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FLAMENCO: The Land Is Still Fertile

NOLA Code:
FLCO 0000H1
Number of Episodes/Length:
4 / 30
Rights End:
Palomino Productions
Year Produced:
Other Versions:
A passionate art form in danger of disappearing

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We use world-class performance, fascinating interviews, footage of beautiful locations in southern Spain and similar visually compelling materials, to present the fundamental and perhaps surprising contributions of farm workers to the development and maintenance of flamenco. The featured farm workers are mostly gitanos (Spanish Gypsies) and elements of their history are woven into the narrative.
Our narrator, an acclaimed gitano (Spanish Gypsy) flamenco singer, describes the fundamental contributions that farm workers have made to the development and maintenance of flamenco. We present world-class performance, fascinating interviews, beautiful footage of locations in southern Spain and similar visually compelling materials to supplement his narrative, Most of the farm laborers who carried this art into the present were gitanos, and to provide some context, we include information about their arrival in Spain from northwestern India. The solo performers in this episode (in order of appearance) are Niño Jero el Periquín, Tía Juana la del Pipa, Antonio el Pipa, and Antonio de la Malena; the latter is also the narrator.

Episode #2 builds on episode #1 and is in the same style. This episode examines other occupations associated with flamenco, As before, the episode is filled with live performance. We continue to discuss significant aspects of gitano history while also reminding viewers of non-gitanos who contributed to the art form.
Episode #2 builds on episode #1, and is in the same style. This second episode examines other occupations commonly associated with flamenco and gitanos, including fishing, fish mongering (selling fish), blacksmithing and mining. To do this we shot film in some of Spain's signature mining areas (including inside the mines!). We also take our viewers on a journey by ferry across the beautiful and expansive Bay of Cádiz, and visit the inside of a prison to help bring aspects of gitano history to life. We look briefly at gitanos' connection with India and get a taste of the singing of Indian gitanos' style of singing, but we also remind viewers that non-gitanos contributed to flamenco. The soloists in this episode (in order of appearance) are: la Elu de Jerez, Manuel de Malena, Manuel Agujetas, Antonio Agujetas and Jairo Amaya.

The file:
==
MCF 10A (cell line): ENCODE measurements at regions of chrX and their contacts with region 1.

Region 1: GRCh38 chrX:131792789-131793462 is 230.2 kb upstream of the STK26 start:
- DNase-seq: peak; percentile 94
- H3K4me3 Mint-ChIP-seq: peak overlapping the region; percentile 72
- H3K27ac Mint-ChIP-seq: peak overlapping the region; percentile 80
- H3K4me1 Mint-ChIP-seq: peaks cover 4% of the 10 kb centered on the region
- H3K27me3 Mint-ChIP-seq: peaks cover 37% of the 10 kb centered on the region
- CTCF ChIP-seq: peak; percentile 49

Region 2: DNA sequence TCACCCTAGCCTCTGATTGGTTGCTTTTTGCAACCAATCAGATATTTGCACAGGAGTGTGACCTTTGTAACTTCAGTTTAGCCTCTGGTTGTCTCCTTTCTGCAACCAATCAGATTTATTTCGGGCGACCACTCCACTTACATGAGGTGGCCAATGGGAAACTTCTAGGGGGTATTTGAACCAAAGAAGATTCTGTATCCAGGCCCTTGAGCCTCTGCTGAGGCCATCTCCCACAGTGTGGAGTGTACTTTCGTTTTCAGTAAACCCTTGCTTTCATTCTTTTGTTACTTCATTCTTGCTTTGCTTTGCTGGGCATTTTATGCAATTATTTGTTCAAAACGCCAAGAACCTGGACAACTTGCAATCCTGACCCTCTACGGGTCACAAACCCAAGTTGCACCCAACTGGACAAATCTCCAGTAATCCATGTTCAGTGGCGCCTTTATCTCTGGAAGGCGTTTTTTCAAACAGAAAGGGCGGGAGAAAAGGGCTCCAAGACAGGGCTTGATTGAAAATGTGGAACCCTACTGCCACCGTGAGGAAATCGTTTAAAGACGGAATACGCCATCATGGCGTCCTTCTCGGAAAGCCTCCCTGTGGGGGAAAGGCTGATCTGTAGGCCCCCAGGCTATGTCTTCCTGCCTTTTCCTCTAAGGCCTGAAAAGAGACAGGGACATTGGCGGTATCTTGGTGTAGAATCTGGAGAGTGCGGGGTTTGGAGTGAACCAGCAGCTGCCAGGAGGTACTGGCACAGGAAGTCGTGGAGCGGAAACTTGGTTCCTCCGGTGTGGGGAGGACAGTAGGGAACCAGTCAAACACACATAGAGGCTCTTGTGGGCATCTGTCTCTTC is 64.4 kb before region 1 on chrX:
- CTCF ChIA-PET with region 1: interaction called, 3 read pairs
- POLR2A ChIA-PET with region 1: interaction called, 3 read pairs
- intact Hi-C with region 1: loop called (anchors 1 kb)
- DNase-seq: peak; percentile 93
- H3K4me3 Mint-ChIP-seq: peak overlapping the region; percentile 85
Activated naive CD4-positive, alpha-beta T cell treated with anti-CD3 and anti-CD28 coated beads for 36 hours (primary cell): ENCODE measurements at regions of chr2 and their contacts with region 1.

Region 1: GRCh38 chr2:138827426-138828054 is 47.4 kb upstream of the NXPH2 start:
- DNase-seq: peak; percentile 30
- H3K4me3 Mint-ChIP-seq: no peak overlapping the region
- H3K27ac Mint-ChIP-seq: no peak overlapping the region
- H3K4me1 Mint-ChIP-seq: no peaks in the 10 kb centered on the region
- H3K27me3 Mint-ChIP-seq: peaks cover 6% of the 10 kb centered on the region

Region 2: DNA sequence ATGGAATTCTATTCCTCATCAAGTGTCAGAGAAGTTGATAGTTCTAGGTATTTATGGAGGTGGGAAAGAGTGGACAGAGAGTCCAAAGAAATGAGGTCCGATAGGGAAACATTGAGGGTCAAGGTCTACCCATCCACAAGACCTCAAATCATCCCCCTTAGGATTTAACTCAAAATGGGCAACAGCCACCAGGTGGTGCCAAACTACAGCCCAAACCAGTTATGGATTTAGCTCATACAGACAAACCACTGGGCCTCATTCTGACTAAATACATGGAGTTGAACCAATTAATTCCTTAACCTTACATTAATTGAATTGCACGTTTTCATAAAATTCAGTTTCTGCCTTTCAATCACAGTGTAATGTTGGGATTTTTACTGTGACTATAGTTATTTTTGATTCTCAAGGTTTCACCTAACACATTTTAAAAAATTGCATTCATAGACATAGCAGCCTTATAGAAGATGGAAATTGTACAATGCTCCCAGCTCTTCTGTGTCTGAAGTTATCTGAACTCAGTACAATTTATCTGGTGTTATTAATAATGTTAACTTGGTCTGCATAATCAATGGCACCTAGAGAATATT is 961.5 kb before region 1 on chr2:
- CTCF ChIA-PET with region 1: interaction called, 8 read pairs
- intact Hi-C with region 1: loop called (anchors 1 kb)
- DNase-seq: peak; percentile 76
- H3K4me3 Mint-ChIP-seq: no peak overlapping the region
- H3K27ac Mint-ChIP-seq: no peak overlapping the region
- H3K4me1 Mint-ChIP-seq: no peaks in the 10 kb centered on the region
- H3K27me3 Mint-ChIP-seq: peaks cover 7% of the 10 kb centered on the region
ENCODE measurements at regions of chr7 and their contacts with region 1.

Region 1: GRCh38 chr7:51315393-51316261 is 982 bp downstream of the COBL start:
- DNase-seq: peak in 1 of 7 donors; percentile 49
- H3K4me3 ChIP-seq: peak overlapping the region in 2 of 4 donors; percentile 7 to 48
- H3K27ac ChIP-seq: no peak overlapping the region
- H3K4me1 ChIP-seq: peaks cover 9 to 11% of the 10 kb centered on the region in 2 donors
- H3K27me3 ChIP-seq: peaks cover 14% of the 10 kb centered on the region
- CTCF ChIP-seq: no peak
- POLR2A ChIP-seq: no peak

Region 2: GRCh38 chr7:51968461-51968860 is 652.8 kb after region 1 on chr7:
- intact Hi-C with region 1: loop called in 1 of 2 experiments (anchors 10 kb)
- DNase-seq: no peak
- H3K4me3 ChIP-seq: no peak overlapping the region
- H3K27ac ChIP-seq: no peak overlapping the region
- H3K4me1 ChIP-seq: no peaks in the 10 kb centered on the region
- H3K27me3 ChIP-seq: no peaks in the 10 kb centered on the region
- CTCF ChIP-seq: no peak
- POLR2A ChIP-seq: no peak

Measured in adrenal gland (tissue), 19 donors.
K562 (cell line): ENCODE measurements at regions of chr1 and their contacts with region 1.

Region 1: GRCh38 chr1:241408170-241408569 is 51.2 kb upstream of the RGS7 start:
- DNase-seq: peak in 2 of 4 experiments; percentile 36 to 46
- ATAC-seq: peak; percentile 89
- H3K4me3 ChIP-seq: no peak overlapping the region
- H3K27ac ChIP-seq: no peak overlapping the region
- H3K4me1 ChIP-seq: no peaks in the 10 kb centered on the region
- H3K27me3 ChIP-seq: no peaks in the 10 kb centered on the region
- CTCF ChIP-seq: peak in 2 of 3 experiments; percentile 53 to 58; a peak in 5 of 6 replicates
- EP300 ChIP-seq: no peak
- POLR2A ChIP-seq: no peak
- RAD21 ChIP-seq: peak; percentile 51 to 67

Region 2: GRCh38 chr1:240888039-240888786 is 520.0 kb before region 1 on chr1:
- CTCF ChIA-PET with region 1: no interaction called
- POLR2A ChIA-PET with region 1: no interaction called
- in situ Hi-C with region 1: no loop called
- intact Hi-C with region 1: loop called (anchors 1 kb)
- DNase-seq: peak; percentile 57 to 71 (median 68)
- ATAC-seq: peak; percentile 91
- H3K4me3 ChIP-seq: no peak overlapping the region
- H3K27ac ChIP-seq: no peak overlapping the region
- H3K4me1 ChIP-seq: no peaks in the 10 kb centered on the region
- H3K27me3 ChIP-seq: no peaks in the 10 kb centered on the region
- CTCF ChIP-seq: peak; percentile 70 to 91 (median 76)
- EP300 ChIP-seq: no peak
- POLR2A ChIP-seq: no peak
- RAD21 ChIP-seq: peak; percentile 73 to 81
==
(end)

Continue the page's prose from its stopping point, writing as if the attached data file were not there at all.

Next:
Episode #3 carries our audience in a somewhat different direction as we look at connections between flamenco and Spanish folklore, then examine the emotional force of the art form and present some singing of gitanos in India. This episode features performance, interviews and other visual materials, much like the prior episodes, but in this episode, we lean more heavily into the performance.
Episode #3 carries our viewers away from occupations and gives them an in-depth look at the emotional range of flamenco. The narrator talks about the differences between the flamenco forms that grew out of Spanish folklore, and those which originated with gitano's own musical traditions. This allows the narrator and others to explain some of the factors that have led the flamenco to have such a tragic bent, and provides another opportunity to look at gitano history and how it is expressed through flamenco. Soloists in this section (in order of appearance) are la Paula, la Macanita, María del Mar Moreno, Manuel Parrilla, and for a second time, Manuel Agujetas.

In our fourth and final episode, we examine the character of flamenco as opposed to flamenco fusion, and how flamenco fusion has affected traditional flamenco. We conclude that it is unclear whether or not traditional flamenco will survive, especially in view of the higher pay offered for fusion as opposed to a traditional flamenco performance, and the struggle many traditional artists face in trying to make a living.
In the fourth and final episode, the narrator explains and uses performance to demonstrate the difference between traditional flamenco, and flamenco fusion, advocating for the continued life of the former. We propose that traditional flamenco can and should evolve, but that the various types of fusion, frequently mislabeled as pure flamenco, should not be allowed to overwhelm the traditional. Money is the key here, since the entertainment industry pays more for fusion than for traditional flamenco, and to keep the traditional form alive, its artists need to be able to make a living. The series concludes on a relatively optimistic note, but at the same time making it clear that the final outcome is unknown. While this injects an air of uncertainty, we end with a joyful, rousing "fin de fiesta" in which a large group of performers sing, dance, and play the guitar, offering our viewers a final experience of the beauty and vitality of the traditional art form. Soloists in this section (in order of appearance) are Diego del Morao, Luis Moneo, and a "duet" with dancers Antonio el Pipa and María del Mar Moreno.

Program Rights

Broadcast Rights:
Rights Dates:
9/15/2023 - 9/14/2026
School Rights:
1 year
V.O.D. Rights:
Linear Live Streaming:
Non-Commercial Cable Rights: